A weird thing about Judaic rules is that they vary widely based on community. For much of Jewish history, Jews have been scattered all over the planet, following the opinions of individual rabbis or sects. There is no centralized rule-making force as there is in the Catholic church; the rabbis and organizations involved in this story are simply people who have studied a lot and have opinions and are good at arguing those opinions.
Sometime around the destruction of the first Temple in Jerusalem in 587 BCE, the Jews dispersed, and began to develop separate customs based on where they ended up. The two largest groups still remaining are the Ashkenazi, who ranged from Germany to Russia, and the Sephardi, who settled around the Mediterranean, from the Middle East to Spain. These groups are exceedingly different; they speak different languages, eat different foods, and have different religious customs, all within the framework of Judaism.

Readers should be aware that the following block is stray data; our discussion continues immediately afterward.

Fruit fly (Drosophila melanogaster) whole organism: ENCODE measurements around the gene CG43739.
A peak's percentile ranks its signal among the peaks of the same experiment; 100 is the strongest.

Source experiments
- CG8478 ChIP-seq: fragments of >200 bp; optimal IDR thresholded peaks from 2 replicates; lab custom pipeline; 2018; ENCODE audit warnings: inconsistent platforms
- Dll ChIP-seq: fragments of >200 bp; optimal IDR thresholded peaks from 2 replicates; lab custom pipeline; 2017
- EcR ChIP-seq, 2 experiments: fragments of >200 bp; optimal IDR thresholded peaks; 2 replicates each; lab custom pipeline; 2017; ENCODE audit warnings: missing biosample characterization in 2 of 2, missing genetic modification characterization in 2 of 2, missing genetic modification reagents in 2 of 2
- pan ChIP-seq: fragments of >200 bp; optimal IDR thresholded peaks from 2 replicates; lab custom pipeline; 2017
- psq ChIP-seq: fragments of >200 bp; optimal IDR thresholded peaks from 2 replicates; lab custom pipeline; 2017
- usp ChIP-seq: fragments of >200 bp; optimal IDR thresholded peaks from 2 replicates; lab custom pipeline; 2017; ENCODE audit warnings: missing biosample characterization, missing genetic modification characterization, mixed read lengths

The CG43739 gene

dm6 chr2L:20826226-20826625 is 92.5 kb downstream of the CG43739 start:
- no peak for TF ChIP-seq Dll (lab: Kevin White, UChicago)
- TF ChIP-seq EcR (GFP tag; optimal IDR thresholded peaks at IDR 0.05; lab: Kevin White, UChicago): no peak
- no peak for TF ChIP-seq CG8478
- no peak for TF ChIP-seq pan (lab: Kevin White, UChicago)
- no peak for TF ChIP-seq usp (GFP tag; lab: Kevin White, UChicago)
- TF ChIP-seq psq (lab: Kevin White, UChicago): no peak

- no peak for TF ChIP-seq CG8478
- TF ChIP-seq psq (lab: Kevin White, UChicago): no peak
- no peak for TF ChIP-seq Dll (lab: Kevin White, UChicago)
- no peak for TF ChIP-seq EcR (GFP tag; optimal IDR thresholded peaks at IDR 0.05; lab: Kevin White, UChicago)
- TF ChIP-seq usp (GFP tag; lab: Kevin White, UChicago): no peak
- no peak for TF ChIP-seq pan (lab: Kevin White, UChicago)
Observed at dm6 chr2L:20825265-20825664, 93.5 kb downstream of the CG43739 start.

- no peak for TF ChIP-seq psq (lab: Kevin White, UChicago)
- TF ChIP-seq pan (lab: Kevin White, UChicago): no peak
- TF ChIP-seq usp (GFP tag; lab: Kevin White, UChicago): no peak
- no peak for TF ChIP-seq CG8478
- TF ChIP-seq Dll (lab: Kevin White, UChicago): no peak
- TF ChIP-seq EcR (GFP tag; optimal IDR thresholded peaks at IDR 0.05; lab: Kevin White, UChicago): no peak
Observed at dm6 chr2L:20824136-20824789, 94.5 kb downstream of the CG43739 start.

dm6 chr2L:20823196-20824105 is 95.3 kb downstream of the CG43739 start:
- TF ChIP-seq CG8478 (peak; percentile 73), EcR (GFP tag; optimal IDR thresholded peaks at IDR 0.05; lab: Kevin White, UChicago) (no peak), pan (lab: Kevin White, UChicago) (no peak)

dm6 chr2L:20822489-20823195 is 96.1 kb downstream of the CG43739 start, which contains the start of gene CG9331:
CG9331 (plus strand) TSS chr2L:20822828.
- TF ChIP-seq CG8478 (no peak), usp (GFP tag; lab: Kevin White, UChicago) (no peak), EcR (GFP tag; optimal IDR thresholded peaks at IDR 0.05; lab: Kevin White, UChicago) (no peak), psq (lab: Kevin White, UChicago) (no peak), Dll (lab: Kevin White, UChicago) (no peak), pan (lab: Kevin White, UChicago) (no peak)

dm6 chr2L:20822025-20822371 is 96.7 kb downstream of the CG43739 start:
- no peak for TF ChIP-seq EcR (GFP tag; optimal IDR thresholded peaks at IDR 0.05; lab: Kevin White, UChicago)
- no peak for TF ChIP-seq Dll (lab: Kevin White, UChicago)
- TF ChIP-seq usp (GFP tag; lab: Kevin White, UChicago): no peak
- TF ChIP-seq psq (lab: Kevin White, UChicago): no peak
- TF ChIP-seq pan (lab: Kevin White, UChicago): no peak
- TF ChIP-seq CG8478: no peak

Those differences extend to how they cope with chametz, especially with a wide subsection of plants known as kitniyot. Kitniyot technically refers to legumes, but during Passover it gets even broader, and can include rice, corn, sesame seeds, and lentils. The Ashkenazi Jews traditionally do not eat kitniyot during Passover; the Sephardi do. Sort of.
The ban on kitniyot is about 800 years old, and by this time it’s basically been a rule for so long that observing it is less a statement about how true-to-the-Talmud it is and more about just keeping traditions alive. But in late 2015, two major scholarly groups both decided that kitniyot are now just fine to eat. These groups do not declare what people should do; they simply espouse learned opinions. And those learned opinions were, basically, that the Ashkenazi ban on kitniyot is stupid.
“In our opinion it is permitted (and perhaps even obligatory) to eliminate this custom,” writes Rabbi David Kolinkin in one of these. For those Ashkenazic Jews who pay close attention to the rulings of learned Israeli Rabbis, this year might be the first in which they happily partake in rice and corn during Passover.